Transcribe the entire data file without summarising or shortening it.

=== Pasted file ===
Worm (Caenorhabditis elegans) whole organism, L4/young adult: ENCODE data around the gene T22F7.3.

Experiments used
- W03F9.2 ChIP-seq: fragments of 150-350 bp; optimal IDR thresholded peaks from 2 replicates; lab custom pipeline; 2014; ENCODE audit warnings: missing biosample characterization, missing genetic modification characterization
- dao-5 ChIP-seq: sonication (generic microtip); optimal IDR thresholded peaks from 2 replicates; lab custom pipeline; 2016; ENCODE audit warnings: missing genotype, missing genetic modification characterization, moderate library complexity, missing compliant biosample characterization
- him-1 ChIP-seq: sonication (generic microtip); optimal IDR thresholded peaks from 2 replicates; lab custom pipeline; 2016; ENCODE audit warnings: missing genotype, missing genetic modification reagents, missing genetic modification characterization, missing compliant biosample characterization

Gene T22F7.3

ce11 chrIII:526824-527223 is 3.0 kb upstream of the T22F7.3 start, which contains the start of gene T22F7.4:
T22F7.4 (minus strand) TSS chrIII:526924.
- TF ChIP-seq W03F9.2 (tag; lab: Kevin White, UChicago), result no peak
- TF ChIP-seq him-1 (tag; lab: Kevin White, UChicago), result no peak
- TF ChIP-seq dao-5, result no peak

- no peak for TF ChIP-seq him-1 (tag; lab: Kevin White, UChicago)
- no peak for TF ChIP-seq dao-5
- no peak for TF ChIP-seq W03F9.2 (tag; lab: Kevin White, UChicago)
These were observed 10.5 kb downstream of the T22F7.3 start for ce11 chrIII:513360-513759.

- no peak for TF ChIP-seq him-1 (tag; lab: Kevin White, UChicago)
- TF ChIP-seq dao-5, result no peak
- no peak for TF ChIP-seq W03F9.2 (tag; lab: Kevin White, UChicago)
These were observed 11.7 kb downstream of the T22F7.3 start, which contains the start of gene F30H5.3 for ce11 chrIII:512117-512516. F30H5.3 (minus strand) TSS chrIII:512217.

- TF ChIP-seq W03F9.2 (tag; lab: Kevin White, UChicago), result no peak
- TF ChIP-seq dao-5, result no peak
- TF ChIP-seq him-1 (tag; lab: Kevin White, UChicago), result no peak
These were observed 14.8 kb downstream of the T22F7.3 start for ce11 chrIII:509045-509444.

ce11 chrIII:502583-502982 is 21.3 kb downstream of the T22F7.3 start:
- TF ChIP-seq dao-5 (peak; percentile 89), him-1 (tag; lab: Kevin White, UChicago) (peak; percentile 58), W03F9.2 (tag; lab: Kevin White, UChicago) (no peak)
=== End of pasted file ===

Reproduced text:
Worm (Caenorhabditis elegans) whole organism, L4/young adult: ENCODE data around the gene T22F7.3.

Experiments used
- W03F9.2 ChIP-seq: fragments of 150-350 bp; optimal IDR thresholded peaks from 2 replicates; lab custom pipeline; 2014; ENCODE audit warnings: missing biosample characterization, missing genetic modification characterization
- dao-5 ChIP-seq: sonication (generic microtip); optimal IDR thresholded peaks from 2 replicates; lab custom pipeline; 2016; ENCODE audit warnings: missing genotype, missing genetic modification characterization, moderate library complexity, missing compliant biosample characterization
- him-1 ChIP-seq: sonication (generic microtip); optimal IDR thresholded peaks from 2 replicates; lab custom pipeline; 2016; ENCODE audit warnings: missing genotype, missing genetic modification reagents, missing genetic modification characterization, missing compliant biosample characterization

Gene T22F7.3

ce11 chrIII:526824-527223 is 3.0 kb upstream of the T22F7.3 start, which contains the start of gene T22F7.4:
T22F7.4 (minus strand) TSS chrIII:526924.
- TF ChIP-seq W03F9.2 (tag; lab: Kevin White, UChicago), result no peak
- TF ChIP-seq him-1 (tag; lab: Kevin White, UChicago), result no peak
- TF ChIP-seq dao-5, result no peak

- no peak for TF ChIP-seq him-1 (tag; lab: Kevin White, UChicago)
- no peak for TF ChIP-seq dao-5
- no peak for TF ChIP-seq W03F9.2 (tag; lab: Kevin White, UChicago)
These were observed 10.5 kb downstream of the T22F7.3 start for ce11 chrIII:513360-513759.

- no peak for TF ChIP-seq him-1 (tag; lab: Kevin White, UChicago)
- TF ChIP-seq dao-5, result no peak
- no peak for TF ChIP-seq W03F9.2 (tag; lab: Kevin White, UChicago)
These were observed 11.7 kb downstream of the T22F7.3 start, which contains the start of gene F30H5.3 for ce11 chrIII:512117-512516. F30H5.3 (minus strand) TSS chrIII:512217.

- TF ChIP-seq W03F9.2 (tag; lab: Kevin White, UChicago), result no peak
- TF ChIP-seq dao-5, result no peak
- TF ChIP-seq him-1 (tag; lab: Kevin White, UChicago), result no peak
These were observed 14.8 kb downstream of the T22F7.3 start for ce11 chrIII:509045-509444.

ce11 chrIII:502583-502982 is 21.3 kb downstream of the T22F7.3 start:
- TF ChIP-seq dao-5 (peak; percentile 89), him-1 (tag; lab: Kevin White, UChicago) (peak; percentile 58), W03F9.2 (tag; lab: Kevin White, UChicago) (no peak)